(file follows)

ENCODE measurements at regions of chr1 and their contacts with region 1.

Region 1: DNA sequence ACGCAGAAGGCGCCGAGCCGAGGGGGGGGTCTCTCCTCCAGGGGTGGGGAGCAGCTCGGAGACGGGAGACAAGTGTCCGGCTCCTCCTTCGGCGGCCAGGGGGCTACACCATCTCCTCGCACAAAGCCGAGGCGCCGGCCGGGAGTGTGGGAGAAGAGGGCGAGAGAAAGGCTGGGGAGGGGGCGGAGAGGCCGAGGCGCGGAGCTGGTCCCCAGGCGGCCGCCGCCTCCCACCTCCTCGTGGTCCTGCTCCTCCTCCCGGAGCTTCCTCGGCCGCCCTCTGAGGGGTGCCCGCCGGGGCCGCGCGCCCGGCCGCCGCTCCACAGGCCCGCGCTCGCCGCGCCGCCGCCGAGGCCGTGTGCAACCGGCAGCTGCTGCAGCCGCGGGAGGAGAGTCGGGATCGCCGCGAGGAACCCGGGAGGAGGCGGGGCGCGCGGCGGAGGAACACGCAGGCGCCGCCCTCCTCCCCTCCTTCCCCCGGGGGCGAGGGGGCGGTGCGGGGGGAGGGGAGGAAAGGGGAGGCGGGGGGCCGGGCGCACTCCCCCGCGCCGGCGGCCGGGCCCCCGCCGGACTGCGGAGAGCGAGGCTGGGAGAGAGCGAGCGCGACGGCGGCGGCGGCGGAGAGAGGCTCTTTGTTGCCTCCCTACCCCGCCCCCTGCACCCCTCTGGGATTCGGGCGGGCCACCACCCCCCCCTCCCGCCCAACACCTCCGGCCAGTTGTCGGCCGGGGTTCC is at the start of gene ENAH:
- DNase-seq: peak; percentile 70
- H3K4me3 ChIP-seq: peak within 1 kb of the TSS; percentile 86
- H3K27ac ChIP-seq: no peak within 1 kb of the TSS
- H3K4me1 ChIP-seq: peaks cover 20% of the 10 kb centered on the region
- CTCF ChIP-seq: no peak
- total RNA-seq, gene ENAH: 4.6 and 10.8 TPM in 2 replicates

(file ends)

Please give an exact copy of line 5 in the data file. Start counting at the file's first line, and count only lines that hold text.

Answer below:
- H3K27ac ChIP-seq: no peak within 1 kb of the TSS